For all hyperbolic group , there exists such that, modulo inner automorphisms of , there are only finitely many morphisms injective on the ball of radius of .

See [Lev_automorphisms, Theorem 1.4] for a similar statement. The first part of this equivalence is proved by observing that a splitting over -subgroups provides Dehn twists making infinite. Assuming the negation of the fourth assertion, the Bestvina-Paulin argument produces an action on an -tree, whose careful analysis shows the existence of a splitting.

Isomorphism problem and recognition of rigid groups.

An important idea of Sela is to use, in conjunction to such a rigidity criterion, a solution to the problem of equations to get a finite list of morphisms containing a representative of all monomorphisms [Sela_isomorphism]. This approach was simplified in [DaGr_isomorphism], thanks to the use of rational constraints in systems of equations. In [DG1], we developed a solution to the problem of equations with (quasi-isometrically embedded) rational constraints in hyperbolic groups with torsion. We follow the same approach, using this solution to the problem of equations together with our rigidity criterion mentioned above.

Let us describe this approach. Morphisms can be encoded by solutions in of a system of equations corresponding to the presentation of ; injectivity of on the ball of radius can be encoded by inequations; and roughly speaking, rational constraints can be used to ensure that two morphisms do not coincide modulo inner automorphisms of . Thus, given , one can produce a system of equations with rational constraints saying that is a morphism injective on the ball of radius , distinct from modulo inner automorphisms of . Now if Assertion 4 of the rigidity criterion holds, one can enumerate all morphisms , and one will eventually find a finite family such that the corresponding system has no solutions. This attests that every monomorphism is post-conjugate to some .

This argument has two important consequences. First, this allows to recognise whether a one-ended hyperbolic group is rigid (i. e. satisfies Proposition 6) or not. Indeed, if is rigid, one can apply the argument above with , thus attesting that Assertion 3 of Proposition 6 holds. If is not rigid, the fact that Assertion 1 fails can be attested by producing a splitting of . Second, if both and are rigid, one can compute two finite list of morphisms and containing a representative of all monomorphisms up to inner automorphisms. Then one solves the isomorphism problem between and by checking whether there exists such that and are inner automorphisms. This is the content of Section LABEL:subsubsec_resolving.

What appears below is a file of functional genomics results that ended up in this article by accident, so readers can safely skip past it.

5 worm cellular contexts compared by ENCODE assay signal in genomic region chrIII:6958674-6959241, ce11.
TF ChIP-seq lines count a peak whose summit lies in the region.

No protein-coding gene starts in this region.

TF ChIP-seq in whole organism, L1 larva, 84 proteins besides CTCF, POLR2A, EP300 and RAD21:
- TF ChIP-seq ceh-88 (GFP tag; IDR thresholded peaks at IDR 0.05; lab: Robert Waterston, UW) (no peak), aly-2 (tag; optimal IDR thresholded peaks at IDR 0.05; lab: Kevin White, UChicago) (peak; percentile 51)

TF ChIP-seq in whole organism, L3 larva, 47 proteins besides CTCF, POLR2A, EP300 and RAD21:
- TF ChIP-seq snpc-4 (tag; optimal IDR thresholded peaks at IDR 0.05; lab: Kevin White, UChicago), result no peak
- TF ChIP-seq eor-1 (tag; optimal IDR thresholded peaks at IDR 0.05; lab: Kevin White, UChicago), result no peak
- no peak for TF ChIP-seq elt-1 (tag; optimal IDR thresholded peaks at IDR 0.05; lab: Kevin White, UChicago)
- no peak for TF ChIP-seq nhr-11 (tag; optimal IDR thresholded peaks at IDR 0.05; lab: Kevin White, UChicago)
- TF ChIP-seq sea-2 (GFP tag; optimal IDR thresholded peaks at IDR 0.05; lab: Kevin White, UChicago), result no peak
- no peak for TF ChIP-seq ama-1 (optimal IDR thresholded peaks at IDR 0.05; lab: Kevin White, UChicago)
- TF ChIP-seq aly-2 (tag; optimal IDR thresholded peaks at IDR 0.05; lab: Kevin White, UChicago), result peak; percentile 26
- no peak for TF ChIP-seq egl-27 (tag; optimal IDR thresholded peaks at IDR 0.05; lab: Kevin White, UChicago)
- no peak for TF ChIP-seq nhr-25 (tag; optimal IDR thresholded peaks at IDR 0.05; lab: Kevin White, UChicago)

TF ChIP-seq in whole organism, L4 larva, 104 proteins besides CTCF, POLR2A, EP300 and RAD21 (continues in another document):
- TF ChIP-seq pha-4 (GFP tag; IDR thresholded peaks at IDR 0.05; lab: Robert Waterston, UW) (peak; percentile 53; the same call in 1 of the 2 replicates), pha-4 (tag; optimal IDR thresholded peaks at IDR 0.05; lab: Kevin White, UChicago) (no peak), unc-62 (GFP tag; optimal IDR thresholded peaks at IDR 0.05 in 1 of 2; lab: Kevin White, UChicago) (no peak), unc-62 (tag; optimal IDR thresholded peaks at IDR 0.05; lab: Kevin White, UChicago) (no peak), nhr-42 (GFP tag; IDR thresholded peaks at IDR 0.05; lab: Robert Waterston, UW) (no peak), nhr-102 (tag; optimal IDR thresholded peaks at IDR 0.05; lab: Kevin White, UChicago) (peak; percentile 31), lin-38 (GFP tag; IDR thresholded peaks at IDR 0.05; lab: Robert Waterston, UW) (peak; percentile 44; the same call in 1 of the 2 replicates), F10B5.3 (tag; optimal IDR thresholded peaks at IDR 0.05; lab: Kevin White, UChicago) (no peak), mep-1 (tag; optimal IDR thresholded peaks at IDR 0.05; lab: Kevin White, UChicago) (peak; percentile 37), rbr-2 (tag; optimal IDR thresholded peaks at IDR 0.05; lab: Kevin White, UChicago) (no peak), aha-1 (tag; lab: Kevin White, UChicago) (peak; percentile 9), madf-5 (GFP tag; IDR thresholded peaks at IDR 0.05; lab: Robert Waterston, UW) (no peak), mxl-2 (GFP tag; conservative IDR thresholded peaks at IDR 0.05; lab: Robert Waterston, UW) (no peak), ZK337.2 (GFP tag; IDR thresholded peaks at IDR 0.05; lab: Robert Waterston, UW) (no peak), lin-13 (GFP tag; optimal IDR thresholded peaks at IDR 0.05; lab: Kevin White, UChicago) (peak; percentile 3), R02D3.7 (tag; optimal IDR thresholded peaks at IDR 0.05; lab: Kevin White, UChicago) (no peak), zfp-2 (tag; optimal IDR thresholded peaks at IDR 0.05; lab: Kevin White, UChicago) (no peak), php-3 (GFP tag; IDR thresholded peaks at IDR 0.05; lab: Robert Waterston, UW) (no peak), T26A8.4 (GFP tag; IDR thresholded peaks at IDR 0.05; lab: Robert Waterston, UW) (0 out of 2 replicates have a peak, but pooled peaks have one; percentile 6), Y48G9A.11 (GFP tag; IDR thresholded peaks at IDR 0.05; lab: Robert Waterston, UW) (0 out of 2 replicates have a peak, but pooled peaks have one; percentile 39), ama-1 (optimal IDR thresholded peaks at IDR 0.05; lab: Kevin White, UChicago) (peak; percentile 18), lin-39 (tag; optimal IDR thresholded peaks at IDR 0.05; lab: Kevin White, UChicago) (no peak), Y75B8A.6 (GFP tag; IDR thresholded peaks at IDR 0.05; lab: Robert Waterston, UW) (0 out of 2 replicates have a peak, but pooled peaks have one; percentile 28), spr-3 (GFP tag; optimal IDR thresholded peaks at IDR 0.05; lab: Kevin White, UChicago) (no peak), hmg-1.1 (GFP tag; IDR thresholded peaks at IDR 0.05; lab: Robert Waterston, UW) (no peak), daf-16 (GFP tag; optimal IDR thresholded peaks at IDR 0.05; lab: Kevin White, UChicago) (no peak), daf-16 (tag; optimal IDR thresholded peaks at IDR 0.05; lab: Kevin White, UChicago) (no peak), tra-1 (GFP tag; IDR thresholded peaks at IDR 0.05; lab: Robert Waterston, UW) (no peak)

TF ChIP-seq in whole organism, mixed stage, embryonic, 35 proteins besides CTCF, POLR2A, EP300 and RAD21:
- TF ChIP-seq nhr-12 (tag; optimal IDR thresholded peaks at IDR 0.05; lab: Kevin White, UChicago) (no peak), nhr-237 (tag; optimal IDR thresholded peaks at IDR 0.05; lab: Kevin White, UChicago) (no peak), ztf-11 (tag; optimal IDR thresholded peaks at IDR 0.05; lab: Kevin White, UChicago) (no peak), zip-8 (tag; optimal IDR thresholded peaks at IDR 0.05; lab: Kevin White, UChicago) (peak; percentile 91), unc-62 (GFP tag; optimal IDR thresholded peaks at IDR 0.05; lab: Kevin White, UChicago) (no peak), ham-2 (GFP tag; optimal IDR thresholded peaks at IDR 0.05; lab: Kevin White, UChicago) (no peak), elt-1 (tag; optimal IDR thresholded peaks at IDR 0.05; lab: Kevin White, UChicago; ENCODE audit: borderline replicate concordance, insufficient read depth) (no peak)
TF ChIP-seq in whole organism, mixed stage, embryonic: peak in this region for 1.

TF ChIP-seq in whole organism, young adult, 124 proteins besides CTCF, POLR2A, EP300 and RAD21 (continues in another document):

JSJ decompositions.

Thanks to the decidability of the rigidity criterion, one can decide if has a splitting over a -subgroup. Then, using a relative version of the rigidity criterion (Proposition LABEL:prop_alt), one can decide if the vertex groups split over -subgroups relative to the incident edge groups. Iterating this procedure, one can compute a maximal splitting over -subgroups of .

However, such a splitting is not unique up to automorphisms, and we cannot use it to reduce the isomorphism problem to the case of rigid hyperbolic groups (even rigid relative to a peripheral structure). This is why we need a particular kind of JSJ decomposition, encoding splittings over -subgroups.

For any class of subgroups of , invariant under conjugation and stable under taking subgroups, one can define JSJ decompositions over [GL3a]. In general, this defines a deformation space, but in the cases we consider, this deformation space contains a preferred canonical (i. e. -invariant) decomposition, so we speak about the JSJ decomposition over . In a JSJ decomposition, one distinguishes between rigid and flexible vertex groups, according to whether they are elliptic in all splittings of over subgroups in .

We will discuss three possibilities for : the class of virtually cyclic groups and their subgroups, the class of virtually cyclic groups with infinite centre and their subgroups, and the class of maximal -subgroups.

The JSJ decomposition over virtually cyclic groups is now classical. It coincides with Bowditch’s decomposition [Bo_cut] and has been widely studied [DuSa_JSJ, FuPa_JSJ], but we still do not know whether it is computable. Its edge groups are virtually cyclic and its flexible subgroups are hanging bounded Fuchsian groups, i. e. finite extensions of fundamental groups of hyperbolic -orbifolds, possibly with mirrors.

Over the class of -subgroups, the flexible subgroups of the JSJ decomposition are finite extensions of fundamental groups of hyperbolic -orbifolds without mirrors, and edge groups are -groups. Maybe surprisingly, this decomposition can be non-trivial for the fundamental group of a closed orbifold with mirrors. Indeed, we prove that the -JSJ decomposition of an orbifold with mirrors is the splitting over the boundary of a regular neighbourhood of the union of mirrors. The reason is that splittings over -subgroups of are dual to simple closed curves which don’t intersect the singular locus. One can state an interesting corollary of this observation.

\openexport

aut_hyp_aux \Exportthm\Exportsection\Exportsubsection\Exportsubsubsection \closeexport\Importaut_hyp_sauve

Corollary 1.1 (see also [Fujiwara_outer]).

Let be a one-ended hyperbolic group, possibly with torsion (for instance, the fundamental group of a closed orbifold with mirrors ).

Then there is a finite index subgroup of which is an extension

where is virtually abelian, and is a finite index subgroup of the pure extended mapping class group of a surface with boundary.